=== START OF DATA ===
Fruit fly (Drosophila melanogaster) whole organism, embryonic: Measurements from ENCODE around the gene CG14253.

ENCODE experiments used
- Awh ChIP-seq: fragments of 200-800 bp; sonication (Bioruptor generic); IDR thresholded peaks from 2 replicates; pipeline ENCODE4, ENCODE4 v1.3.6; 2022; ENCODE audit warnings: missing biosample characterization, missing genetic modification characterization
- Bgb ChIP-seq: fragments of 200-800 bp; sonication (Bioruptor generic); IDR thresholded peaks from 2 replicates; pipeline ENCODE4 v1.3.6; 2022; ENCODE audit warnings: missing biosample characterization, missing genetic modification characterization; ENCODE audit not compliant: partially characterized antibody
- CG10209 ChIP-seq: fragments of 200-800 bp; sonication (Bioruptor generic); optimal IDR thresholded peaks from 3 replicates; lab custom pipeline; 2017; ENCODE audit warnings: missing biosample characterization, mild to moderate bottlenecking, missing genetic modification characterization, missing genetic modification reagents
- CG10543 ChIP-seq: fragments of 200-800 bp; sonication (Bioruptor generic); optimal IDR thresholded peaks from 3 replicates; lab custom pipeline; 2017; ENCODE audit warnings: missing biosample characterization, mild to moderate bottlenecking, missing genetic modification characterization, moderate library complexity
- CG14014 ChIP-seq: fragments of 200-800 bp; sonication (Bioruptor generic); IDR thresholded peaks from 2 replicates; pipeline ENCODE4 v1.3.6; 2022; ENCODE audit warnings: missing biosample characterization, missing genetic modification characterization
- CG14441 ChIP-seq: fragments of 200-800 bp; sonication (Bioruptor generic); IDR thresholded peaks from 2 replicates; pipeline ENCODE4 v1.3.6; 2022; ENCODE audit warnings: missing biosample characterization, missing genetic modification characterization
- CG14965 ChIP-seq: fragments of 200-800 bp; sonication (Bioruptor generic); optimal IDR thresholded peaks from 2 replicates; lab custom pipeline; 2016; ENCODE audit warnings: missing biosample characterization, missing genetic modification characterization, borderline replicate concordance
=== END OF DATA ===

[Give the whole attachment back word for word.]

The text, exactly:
Fruit fly (Drosophila melanogaster) whole organism, embryonic: Measurements from ENCODE around the gene CG14253.

ENCODE experiments used
- Awh ChIP-seq: fragments of 200-800 bp; sonication (Bioruptor generic); IDR thresholded peaks from 2 replicates; pipeline ENCODE4, ENCODE4 v1.3.6; 2022; ENCODE audit warnings: missing biosample characterization, missing genetic modification characterization
- Bgb ChIP-seq: fragments of 200-800 bp; sonication (Bioruptor generic); IDR thresholded peaks from 2 replicates; pipeline ENCODE4 v1.3.6; 2022; ENCODE audit warnings: missing biosample characterization, missing genetic modification characterization; ENCODE audit not compliant: partially characterized antibody
- CG10209 ChIP-seq: fragments of 200-800 bp; sonication (Bioruptor generic); optimal IDR thresholded peaks from 3 replicates; lab custom pipeline; 2017; ENCODE audit warnings: missing biosample characterization, mild to moderate bottlenecking, missing genetic modification characterization, missing genetic modification reagents
- CG10543 ChIP-seq: fragments of 200-800 bp; sonication (Bioruptor generic); optimal IDR thresholded peaks from 3 replicates; lab custom pipeline; 2017; ENCODE audit warnings: missing biosample characterization, mild to moderate bottlenecking, missing genetic modification characterization, moderate library complexity
- CG14014 ChIP-seq: fragments of 200-800 bp; sonication (Bioruptor generic); IDR thresholded peaks from 2 replicates; pipeline ENCODE4 v1.3.6; 2022; ENCODE audit warnings: missing biosample characterization, missing genetic modification characterization
- CG14441 ChIP-seq: fragments of 200-800 bp; sonication (Bioruptor generic); IDR thresholded peaks from 2 replicates; pipeline ENCODE4 v1.3.6; 2022; ENCODE audit warnings: missing biosample characterization, missing genetic modification characterization
- CG14965 ChIP-seq: fragments of 200-800 bp; sonication (Bioruptor generic); optimal IDR thresholded peaks from 2 replicates; lab custom pipeline; 2016; ENCODE audit warnings: missing biosample characterization, missing genetic modification characterization, borderline replicate concordance